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The Government needs to simplify the complexities and uncertainties in the gig economy as a matter of urgency

Court of Appeal’s ruling that Deliveroo workers are self-employed from an HR perspective doesn't change the tax position writes Robert Salter.

The whole area is a minefield for gig workers and those that wish to employ them. Last week the Court of Appeal ruled that Deliveroo drivers are genuinely self-employed for labour law purposes, which is different from the Supreme Court’s ruling in the recent Uber case, where drivers were held to be workers for labour law purposes.

But tax and social security law says that both the ‘workers’ in the Uber case and the self-employed drivers at Deliveroo are legally self-employed for tax and National Insurance purposes.

The complexity of the law in this area and the difficulty businesses employing workers can face in deciding whether someone is a genuine employee, a worker – a type of intermediate status between employment and self-employment – or genuinely self-employed, needs to be sorted out as a matter of urgency.

The disconnect in tax and labour law rulings arises from the fact that the tax and social security regulations only recognise two statuses for workers – that is, they are either employed or self-employed.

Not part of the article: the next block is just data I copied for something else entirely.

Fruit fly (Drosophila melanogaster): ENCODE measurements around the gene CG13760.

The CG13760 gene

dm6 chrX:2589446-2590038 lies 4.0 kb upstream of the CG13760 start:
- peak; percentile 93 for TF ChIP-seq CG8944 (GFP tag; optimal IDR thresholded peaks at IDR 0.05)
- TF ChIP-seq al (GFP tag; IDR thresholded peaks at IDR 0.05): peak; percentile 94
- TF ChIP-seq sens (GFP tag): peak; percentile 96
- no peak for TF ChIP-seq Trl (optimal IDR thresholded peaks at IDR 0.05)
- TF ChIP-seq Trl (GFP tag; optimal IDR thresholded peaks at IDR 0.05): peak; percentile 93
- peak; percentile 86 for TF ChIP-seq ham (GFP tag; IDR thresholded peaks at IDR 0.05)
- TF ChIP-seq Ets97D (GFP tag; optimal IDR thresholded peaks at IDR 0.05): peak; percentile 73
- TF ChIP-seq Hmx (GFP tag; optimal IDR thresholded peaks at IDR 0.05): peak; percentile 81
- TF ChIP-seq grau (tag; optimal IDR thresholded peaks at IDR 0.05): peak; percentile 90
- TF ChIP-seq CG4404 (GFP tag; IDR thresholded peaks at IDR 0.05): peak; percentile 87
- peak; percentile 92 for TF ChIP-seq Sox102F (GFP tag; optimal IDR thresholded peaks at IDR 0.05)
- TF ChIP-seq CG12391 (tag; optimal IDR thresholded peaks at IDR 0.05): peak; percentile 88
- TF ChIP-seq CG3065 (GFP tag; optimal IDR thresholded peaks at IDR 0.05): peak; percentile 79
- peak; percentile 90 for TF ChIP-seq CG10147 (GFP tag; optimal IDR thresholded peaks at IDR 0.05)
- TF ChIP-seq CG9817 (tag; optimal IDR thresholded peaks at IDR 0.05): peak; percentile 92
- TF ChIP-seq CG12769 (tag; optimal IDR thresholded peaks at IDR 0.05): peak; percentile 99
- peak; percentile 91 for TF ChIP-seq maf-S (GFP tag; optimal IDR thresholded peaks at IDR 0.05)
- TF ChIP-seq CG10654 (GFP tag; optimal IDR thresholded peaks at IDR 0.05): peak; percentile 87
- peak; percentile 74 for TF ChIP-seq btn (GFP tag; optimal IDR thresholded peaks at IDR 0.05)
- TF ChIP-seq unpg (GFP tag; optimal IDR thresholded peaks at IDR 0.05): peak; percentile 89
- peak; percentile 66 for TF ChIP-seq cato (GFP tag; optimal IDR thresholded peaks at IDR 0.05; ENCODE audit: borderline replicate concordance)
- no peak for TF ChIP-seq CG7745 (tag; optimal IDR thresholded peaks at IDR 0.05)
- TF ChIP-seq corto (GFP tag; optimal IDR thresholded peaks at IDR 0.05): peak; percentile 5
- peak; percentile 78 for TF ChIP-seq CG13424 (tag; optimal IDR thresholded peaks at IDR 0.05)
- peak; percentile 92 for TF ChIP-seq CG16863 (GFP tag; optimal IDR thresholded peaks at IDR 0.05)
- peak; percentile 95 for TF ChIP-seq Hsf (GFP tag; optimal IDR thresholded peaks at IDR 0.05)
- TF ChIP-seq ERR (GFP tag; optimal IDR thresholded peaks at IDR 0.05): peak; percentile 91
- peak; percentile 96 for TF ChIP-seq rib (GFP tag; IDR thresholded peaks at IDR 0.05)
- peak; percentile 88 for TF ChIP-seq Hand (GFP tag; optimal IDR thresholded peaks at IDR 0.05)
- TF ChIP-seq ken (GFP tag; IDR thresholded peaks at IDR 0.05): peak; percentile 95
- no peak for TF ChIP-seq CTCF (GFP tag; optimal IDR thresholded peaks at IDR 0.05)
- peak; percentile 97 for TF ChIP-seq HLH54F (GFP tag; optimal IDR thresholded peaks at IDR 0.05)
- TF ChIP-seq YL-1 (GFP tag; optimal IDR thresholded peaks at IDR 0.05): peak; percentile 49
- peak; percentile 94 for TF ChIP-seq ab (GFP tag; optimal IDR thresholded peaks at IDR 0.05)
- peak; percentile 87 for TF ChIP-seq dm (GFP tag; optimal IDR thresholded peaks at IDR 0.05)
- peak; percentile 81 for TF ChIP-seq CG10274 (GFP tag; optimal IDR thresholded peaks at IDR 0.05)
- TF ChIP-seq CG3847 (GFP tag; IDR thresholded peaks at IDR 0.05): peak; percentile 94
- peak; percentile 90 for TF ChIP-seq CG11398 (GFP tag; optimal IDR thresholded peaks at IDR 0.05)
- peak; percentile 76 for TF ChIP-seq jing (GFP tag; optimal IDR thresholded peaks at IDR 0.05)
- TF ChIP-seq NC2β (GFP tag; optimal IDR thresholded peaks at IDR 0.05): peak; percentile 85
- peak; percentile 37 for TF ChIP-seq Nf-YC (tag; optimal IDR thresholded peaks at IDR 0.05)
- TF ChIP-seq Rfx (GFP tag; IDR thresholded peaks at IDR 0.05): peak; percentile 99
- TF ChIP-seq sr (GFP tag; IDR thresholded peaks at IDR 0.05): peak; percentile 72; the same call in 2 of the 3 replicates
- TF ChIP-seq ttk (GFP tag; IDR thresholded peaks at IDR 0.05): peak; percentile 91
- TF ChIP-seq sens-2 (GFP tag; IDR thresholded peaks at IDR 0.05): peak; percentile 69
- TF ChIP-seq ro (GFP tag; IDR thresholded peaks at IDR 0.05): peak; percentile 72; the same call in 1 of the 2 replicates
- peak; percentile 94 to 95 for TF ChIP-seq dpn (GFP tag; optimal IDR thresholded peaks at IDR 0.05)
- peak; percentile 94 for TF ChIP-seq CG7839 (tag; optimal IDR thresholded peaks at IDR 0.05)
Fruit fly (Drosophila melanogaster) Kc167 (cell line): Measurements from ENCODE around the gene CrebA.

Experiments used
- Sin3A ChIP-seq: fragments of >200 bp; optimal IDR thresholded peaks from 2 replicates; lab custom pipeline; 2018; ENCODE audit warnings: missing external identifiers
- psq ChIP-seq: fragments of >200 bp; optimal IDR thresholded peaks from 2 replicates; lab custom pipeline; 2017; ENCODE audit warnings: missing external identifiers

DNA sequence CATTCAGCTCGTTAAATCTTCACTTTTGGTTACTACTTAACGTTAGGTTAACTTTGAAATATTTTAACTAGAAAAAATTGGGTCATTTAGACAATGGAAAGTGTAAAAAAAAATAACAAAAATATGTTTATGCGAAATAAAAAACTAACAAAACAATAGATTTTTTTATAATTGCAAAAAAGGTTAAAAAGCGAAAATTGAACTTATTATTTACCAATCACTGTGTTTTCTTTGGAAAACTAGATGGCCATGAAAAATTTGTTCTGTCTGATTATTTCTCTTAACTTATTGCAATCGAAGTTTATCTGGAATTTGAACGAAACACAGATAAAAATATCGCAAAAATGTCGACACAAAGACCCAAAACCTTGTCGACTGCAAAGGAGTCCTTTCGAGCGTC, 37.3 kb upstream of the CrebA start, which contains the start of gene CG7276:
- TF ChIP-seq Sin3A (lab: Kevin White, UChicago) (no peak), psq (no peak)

The law encourages businesses to try and treat gig economy workers as self-employed, and this can create significant savings for the employer compared to having a regular employee.

There are significant savings for businesses both in terms of social security, where companies avoid incurring a 13.8% employer National Insurance Contribution (NIC) liability, and because they are not faced with other costs, such as pensions auto-enrolment contributions.

The gig economy is here to stay, and the Government needs to address the complexities and uncertainties that exist in this area. This is necessary both to provide more support to gig workers, who may in many cases be quite marginalised and exploited, but also to assist those businesses who are trying to be better employers and to provide genuine support to workers with, for example, proper pensions provision as part of the overall reward package.

Otherwise the ‘pensions crisis’ that UK workers (and the wider UK economy) already faces – with the state pension being increasingly expensive and harder to justify on a longer-term basis, as UK society continues to grow ever older – will only continue to expand over the coming years and put even more pressure on a system which is already under strain.

Would you like to know more?

If you would like to discuss the above or how it may affect you, please get in touch with your usual Blick Rothenberg contact or Robert Salter, using the details on this page.

For any press queries, please contact David Barzilay whose details are on this page.

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